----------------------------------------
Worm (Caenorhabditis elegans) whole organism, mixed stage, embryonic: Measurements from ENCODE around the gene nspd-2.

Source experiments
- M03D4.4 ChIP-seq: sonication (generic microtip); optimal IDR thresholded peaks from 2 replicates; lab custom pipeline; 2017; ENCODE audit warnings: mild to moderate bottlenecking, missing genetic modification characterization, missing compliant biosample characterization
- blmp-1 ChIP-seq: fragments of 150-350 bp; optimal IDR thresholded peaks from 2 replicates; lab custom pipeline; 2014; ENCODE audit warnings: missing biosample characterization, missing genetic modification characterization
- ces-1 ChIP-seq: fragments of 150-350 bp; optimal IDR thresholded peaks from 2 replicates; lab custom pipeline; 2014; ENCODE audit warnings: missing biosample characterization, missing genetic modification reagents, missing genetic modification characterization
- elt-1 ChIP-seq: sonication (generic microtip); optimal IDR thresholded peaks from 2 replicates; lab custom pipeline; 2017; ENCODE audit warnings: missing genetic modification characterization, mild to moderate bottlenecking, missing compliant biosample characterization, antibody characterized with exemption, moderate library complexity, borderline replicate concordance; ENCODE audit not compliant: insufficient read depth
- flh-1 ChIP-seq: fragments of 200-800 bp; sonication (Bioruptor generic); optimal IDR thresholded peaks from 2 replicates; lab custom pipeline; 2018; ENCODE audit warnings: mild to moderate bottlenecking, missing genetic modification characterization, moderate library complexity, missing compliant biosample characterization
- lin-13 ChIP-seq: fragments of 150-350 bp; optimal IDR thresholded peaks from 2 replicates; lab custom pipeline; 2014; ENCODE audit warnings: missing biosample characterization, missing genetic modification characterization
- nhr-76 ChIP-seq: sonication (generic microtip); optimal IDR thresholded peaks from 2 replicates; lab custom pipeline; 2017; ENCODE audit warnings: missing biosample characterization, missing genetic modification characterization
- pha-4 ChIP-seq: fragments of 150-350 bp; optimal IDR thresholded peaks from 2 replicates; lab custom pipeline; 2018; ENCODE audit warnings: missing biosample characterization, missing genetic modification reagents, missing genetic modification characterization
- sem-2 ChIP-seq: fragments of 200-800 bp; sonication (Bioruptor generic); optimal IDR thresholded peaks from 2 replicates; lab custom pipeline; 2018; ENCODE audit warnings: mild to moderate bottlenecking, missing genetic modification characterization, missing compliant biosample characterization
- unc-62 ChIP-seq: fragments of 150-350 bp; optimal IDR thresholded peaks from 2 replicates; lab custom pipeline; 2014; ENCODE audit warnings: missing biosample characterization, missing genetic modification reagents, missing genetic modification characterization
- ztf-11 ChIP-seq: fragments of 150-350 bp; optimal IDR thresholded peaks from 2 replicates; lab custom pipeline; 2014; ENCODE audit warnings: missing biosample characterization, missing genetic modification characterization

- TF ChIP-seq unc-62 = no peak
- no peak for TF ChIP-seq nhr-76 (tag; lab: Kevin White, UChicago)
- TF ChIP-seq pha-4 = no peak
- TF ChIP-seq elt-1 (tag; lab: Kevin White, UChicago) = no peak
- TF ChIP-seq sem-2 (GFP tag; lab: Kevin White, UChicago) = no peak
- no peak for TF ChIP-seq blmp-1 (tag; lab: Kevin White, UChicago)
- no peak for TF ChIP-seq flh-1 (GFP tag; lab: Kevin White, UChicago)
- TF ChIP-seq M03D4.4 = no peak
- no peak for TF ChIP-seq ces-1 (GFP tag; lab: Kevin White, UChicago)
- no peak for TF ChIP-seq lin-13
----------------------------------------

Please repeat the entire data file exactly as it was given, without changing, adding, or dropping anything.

Worm (Caenorhabditis elegans) whole organism, mixed stage, embryonic: Measurements from ENCODE around the gene nspd-2.

Source experiments
- M03D4.4 ChIP-seq: sonication (generic microtip); optimal IDR thresholded peaks from 2 replicates; lab custom pipeline; 2017; ENCODE audit warnings: mild to moderate bottlenecking, missing genetic modification characterization, missing compliant biosample characterization
- blmp-1 ChIP-seq: fragments of 150-350 bp; optimal IDR thresholded peaks from 2 replicates; lab custom pipeline; 2014; ENCODE audit warnings: missing biosample characterization, missing genetic modification characterization
- ces-1 ChIP-seq: fragments of 150-350 bp; optimal IDR thresholded peaks from 2 replicates; lab custom pipeline; 2014; ENCODE audit warnings: missing biosample characterization, missing genetic modification reagents, missing genetic modification characterization
- elt-1 ChIP-seq: sonication (generic microtip); optimal IDR thresholded peaks from 2 replicates; lab custom pipeline; 2017; ENCODE audit warnings: missing genetic modification characterization, mild to moderate bottlenecking, missing compliant biosample characterization, antibody characterized with exemption, moderate library complexity, borderline replicate concordance; ENCODE audit not compliant: insufficient read depth
- flh-1 ChIP-seq: fragments of 200-800 bp; sonication (Bioruptor generic); optimal IDR thresholded peaks from 2 replicates; lab custom pipeline; 2018; ENCODE audit warnings: mild to moderate bottlenecking, missing genetic modification characterization, moderate library complexity, missing compliant biosample characterization
- lin-13 ChIP-seq: fragments of 150-350 bp; optimal IDR thresholded peaks from 2 replicates; lab custom pipeline; 2014; ENCODE audit warnings: missing biosample characterization, missing genetic modification characterization
- nhr-76 ChIP-seq: sonication (generic microtip); optimal IDR thresholded peaks from 2 replicates; lab custom pipeline; 2017; ENCODE audit warnings: missing biosample characterization, missing genetic modification characterization
- pha-4 ChIP-seq: fragments of 150-350 bp; optimal IDR thresholded peaks from 2 replicates; lab custom pipeline; 2018; ENCODE audit warnings: missing biosample characterization, missing genetic modification reagents, missing genetic modification characterization
- sem-2 ChIP-seq: fragments of 200-800 bp; sonication (Bioruptor generic); optimal IDR thresholded peaks from 2 replicates; lab custom pipeline; 2018; ENCODE audit warnings: mild to moderate bottlenecking, missing genetic modification characterization, missing compliant biosample characterization
- unc-62 ChIP-seq: fragments of 150-350 bp; optimal IDR thresholded peaks from 2 replicates; lab custom pipeline; 2014; ENCODE audit warnings: missing biosample characterization, missing genetic modification reagents, missing genetic modification characterization
- ztf-11 ChIP-seq: fragments of 150-350 bp; optimal IDR thresholded peaks from 2 replicates; lab custom pipeline; 2014; ENCODE audit warnings: missing biosample characterization, missing genetic modification characterization

- TF ChIP-seq unc-62 = no peak
- no peak for TF ChIP-seq nhr-76 (tag; lab: Kevin White, UChicago)
- TF ChIP-seq pha-4 = no peak
- TF ChIP-seq elt-1 (tag; lab: Kevin White, UChicago) = no peak
- TF ChIP-seq sem-2 (GFP tag; lab: Kevin White, UChicago) = no peak
- no peak for TF ChIP-seq blmp-1 (tag; lab: Kevin White, UChicago)
- no peak for TF ChIP-seq flh-1 (GFP tag; lab: Kevin White, UChicago)
- TF ChIP-seq M03D4.4 = no peak
- no peak for TF ChIP-seq ces-1 (GFP tag; lab: Kevin White, UChicago)
- no peak for TF ChIP-seq lin-13